I think people do need to really consider the ramifications of these sort of intrusions into our privacy. The "if you've got nothing to hide" mantra really just doesn't hold up.
That's what lead engineer and founder Justin Clacherty from Brisbane outfit Redfish said when I asked him about the new Open Router Project he's launched today.
He's right. The era of "if you have nothing to hide, you've nothing to fear" is over. Edward Snowden showed us that we have plenty of both. Launched today is the first home-focussed network device that harmonises the home Internet connection's privacy with the curtains on the windows, the frosted glass in the bathroom and the locks on the doors. The site bills it as;
a secure, high speed networking device that maintains your online privacy simply, across all the devices in your home.
When Justin asked me what I thought of the idea a few months back I was both excited and I'll admit a little sad. The idea that online privacy had unarguably degraded to the point that innovators like Justin were having ideas like ORP1 was a bit of an indictment but it was great that answers to the problems posed by illegal government surveillance and prying eyes were being thought up. A home device that replaces the cheap, featureless and increasingly-unsafe set of blinking lights you have under your TV is a great idea.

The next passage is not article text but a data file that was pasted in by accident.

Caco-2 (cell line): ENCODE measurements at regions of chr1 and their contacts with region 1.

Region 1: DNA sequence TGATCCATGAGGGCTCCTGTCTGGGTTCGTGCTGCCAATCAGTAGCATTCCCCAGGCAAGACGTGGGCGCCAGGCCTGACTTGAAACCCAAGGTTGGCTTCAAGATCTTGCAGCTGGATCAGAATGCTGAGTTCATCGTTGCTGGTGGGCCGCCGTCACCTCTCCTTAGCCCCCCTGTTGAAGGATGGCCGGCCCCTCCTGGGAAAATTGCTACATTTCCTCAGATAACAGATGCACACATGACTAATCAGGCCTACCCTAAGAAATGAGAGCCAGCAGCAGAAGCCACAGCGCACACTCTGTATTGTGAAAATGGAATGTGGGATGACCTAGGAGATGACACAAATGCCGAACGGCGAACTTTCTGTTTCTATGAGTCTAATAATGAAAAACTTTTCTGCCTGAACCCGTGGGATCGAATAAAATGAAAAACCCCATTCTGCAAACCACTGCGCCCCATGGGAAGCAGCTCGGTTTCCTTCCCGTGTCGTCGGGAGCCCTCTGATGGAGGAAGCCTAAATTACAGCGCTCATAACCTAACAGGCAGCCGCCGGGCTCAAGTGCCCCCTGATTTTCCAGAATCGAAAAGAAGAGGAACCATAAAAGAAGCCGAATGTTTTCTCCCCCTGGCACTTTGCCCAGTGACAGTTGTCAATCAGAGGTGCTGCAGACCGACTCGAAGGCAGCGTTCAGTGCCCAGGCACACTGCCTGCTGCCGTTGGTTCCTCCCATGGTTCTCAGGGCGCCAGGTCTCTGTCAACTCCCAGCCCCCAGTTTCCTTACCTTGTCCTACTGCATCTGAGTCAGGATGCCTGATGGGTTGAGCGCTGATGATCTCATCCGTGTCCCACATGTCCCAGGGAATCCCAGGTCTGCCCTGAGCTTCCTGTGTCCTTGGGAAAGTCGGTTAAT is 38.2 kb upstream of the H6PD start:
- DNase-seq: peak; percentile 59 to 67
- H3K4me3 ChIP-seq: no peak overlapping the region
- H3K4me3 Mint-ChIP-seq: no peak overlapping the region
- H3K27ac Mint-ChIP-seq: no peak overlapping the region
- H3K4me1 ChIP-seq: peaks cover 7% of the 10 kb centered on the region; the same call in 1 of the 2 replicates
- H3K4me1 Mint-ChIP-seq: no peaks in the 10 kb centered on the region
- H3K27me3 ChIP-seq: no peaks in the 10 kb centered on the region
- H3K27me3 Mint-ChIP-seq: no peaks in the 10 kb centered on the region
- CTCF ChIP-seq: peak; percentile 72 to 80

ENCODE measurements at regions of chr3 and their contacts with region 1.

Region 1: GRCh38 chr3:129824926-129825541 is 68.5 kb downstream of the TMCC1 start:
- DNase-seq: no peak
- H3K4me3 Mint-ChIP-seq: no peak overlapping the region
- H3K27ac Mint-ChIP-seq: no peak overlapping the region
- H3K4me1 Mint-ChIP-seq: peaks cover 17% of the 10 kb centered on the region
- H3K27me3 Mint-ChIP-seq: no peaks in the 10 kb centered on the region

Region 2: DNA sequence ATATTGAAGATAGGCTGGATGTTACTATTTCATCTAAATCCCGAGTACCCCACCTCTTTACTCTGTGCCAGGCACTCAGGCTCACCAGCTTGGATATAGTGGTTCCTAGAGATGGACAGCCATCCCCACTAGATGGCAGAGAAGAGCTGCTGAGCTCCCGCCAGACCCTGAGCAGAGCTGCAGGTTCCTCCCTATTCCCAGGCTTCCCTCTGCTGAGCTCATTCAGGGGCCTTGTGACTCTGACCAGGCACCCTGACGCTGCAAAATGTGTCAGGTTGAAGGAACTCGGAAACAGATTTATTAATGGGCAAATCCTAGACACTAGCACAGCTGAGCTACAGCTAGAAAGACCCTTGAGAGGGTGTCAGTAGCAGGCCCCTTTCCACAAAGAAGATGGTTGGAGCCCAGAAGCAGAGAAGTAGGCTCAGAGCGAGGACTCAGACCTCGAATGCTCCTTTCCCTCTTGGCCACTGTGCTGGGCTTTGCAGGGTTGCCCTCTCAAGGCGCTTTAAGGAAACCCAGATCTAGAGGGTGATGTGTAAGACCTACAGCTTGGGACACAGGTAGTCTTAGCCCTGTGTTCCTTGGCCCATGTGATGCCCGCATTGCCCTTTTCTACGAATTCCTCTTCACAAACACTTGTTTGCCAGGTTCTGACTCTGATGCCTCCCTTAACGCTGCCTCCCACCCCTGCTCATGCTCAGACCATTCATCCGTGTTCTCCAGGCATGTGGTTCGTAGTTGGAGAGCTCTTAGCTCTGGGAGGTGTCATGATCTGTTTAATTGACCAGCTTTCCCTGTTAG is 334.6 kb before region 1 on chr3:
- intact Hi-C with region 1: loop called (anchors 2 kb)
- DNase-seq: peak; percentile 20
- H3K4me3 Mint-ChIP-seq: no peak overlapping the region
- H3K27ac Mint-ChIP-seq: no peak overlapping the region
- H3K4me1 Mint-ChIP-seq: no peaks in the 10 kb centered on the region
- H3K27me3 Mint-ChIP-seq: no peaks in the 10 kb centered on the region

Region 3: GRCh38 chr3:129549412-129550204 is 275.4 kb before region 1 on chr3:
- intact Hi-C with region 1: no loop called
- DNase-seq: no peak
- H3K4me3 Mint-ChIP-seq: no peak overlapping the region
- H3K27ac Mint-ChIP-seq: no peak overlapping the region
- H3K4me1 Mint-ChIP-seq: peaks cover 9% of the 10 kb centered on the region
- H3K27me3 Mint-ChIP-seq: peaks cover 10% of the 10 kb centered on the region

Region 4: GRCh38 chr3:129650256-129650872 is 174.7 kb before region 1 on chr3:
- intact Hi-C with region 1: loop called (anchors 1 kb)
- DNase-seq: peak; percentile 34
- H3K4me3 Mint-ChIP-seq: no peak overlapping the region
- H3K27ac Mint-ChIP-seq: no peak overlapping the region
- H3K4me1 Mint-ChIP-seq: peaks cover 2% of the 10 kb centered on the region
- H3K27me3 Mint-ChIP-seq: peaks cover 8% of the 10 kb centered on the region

The Indiegogo project funding the ORP1 gives more detail;
...a high performance networking router that allows you to run a firewall, IPSec VPN (virtual private network) and a TOR server for your home network. Its easy-to-use web interface will make encrypted and anonymised communications for your entire network easier to set up and manage. Now you don’t need to be a geek to be able to ensure that every device you use at home uses the internet with privacy, whether it’s your home PC, smartphone or tablet.
Quite a package. When asked if it was necessary for home Justin explained.
Most definitely I think that surveillance has gone too far. Don't get me wrong, I understand the need for surveillance and intelligence gathering. Police and other law enforcement have the need to conduct surveillance, but the requirement to prove a need to do this to a court should be required. When governments and organisations are conducting mass warrant-less surveillance on innocent people, or are pushing to gather and retain information on our communications "just in case" we do something wrong, it's just not good enough. We need to stop this from happening, and the best way to do that is both make it difficult for them technically, and make it difficult for them politically.
Hear hear. It's great to see practical, home level responses to some of the revelations in privacy lately. I'm going to make sure I get on board and I recommend you do too.
Image: Copyright ORP1 2013.